Google, Lego, Marriott – Storytelling Lessons from the World’s Best Companies

April 13, 2017

Whether you’re the founder of a startup or a self-employed salesperson, you’ll have to tell a compelling story of your business, of why you do what you do.

I’m sure you’ve been to a seminar where they teach you to tell your hero’s journey story of how you’ve gone from rags to riches, how you’ve struggled and how you’re now living the dream life traveling the world living in a penthouse in Manhattan.

Easy isn’t it?

Unfortunately, No…

Firstly, because so many people have learned to tell such stories, everyone seems to be telling stories like he or she are following a template. The audience just tunes out, and that’s sad because you want to be heard, be liked and trusted.

Secondly, there’s a lot of subtlety involved in skillful storytelling. “How much is just enough?” Overdo sharing the painful parts of your story, and you’ll risk “flooding” the audience with your “hard luck story”. Oversell your “glam” story, and you risk coming off as a brag. How can we skillfully keep the audience engaged to our story?

In preparation for an upcoming workshop on “Crafting your Authentic Personal Brand”, I have been researching on storytelling and looking to distil the best practices in story-marketing by some of the best. Let me bring you on a journey to distil the best practices from the stories that major corporations have been telling to better engage their audiences, and we’ll evaluate which ones were HITS, and which one gave me FITS.

I know we’re talking about branding yourself as an individual, or your small business. You don’t have the budget of these giants. I am not suggesting you do the same. My intention is to distil the elements that worked – and learn from them, and those that didn’t – so you can avoid them.

For this purpose, I have identified five criteria by which to evaluate the various content marketing videos.

  1. Relatability – Whether the target viewer can relate to the protagonist/main character in the video. If the audience cannot relate to the protagonist, they tune out and switch off.
  2. Believability – The story must realistically believable to the target audience. It can be a comedy, but it can be clever funny, instead of slapstick funny. The difference is that clever funny is related to the brand story, whereas slapstick funny is just… Funny… It distracts people to the brand’s message.
  3. Plot is Clear – Is the plot easy to follow? Is it clear what the protagonist wants to achieve? Who are the villains to defeat, or the obstacles to the outcome he wants? It doesn’t have to be explicitly spelled out. It may even be generic, for example, to reach their dreams (whatever they are). However, the plot must be clear, the audience should not be guessing, “So what’s the point here?”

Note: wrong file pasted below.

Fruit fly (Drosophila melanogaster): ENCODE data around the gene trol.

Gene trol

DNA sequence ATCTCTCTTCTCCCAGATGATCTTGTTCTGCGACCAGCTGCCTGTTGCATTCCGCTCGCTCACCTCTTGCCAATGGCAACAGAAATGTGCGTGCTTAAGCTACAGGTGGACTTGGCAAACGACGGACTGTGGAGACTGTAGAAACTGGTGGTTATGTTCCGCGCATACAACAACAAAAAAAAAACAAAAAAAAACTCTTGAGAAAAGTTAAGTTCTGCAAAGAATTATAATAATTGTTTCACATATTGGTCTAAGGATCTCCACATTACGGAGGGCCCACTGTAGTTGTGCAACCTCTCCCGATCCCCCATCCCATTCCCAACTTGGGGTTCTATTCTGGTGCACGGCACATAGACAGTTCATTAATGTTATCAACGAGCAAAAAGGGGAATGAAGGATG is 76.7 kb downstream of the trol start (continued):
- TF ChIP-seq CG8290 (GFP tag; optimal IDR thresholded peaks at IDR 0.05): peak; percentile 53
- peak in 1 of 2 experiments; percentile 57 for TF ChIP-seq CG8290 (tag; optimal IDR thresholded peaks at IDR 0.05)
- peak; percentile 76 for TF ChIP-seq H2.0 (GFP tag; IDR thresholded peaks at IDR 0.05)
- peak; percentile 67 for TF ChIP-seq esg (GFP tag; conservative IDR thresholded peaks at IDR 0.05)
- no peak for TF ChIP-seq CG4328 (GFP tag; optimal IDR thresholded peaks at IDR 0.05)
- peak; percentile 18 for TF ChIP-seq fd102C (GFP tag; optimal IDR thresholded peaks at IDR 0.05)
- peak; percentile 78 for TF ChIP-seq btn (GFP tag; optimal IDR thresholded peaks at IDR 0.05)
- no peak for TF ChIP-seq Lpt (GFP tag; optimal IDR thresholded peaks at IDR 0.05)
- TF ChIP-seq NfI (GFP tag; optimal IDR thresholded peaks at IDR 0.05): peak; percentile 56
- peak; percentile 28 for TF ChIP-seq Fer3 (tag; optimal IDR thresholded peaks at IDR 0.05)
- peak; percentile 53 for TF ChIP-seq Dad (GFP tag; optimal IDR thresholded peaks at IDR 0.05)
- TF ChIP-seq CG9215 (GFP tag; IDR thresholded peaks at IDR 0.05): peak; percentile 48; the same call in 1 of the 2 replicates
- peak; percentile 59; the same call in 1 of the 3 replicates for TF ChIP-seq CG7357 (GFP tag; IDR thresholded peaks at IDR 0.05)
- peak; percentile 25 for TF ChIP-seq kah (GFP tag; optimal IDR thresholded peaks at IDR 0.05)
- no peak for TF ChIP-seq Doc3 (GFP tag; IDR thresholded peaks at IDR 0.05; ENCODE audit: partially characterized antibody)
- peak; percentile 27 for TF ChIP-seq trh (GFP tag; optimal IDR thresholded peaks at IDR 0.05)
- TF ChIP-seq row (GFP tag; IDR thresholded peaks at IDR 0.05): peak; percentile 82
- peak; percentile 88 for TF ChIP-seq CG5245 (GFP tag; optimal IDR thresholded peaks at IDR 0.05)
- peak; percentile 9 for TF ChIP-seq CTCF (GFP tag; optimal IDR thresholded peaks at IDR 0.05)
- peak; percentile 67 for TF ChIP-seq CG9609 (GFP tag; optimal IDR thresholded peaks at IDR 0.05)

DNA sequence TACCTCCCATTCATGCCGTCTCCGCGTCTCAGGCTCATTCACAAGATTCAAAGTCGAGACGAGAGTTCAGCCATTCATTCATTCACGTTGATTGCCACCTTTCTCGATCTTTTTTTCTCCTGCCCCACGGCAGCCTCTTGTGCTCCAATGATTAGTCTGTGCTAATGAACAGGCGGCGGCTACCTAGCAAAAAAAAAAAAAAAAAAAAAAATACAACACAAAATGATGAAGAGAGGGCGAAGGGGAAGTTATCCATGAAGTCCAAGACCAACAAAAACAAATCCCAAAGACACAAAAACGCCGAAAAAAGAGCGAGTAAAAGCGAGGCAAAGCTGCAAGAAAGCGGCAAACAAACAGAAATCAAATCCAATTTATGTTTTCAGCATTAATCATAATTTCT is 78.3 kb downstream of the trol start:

4. Congruence with the Brand’s Message – The story must convey the values, promises, atmosphere that the target audience associates with the brand. For example, AirAsia doesn’t try to tell a story of a man wearing Armani suits traveling in luxury, and Volvo doesn’t “overdo the cool” by using slapstick elements. In some cases, it might actually work, but usually, it just conveys a feeling of “trying too hard”.
  5. Message Adds Value to the Viewer – What I mean by value-adding means that it must leave the viewer better off after having seen it. It can do this by teaching them something, for example, “the importance of UV protection”. It can also inspire the audience. The Thais do it best, but not every video needs to be a tearjerker. To inspire is to touch on key human values like growth, love, human connection, fulfilling dreams, joy, or making a difference.

Marriot Hotels – Content Marketing Mecca?

After reading this Article, I decided to check out this video (Two Bell Men)

Relatability: Did you finish watching all 17 minutes of that? I’ll be surprised if you did. Unless you work in a hotel or in a similar customer service role, it’s unlikely viewers can relate to the two bellmen.

Believability: It’s quite clear earlier on that the video is a rather whimsical, fictitious one. The viewers will make up their mind within the first 1:20 whether they want to continue watching.

Plot: While the video has an elaborate plot, it’s not relatable to the audience. It’s a story of how two bellmen proved their loyalty to JW Marriott.

Congruence: Marriott Content Studios definitely pulled out all stops in shooting this video. It could be entertaining to some, but the goofy antics have no relevance to the Marriott Brand.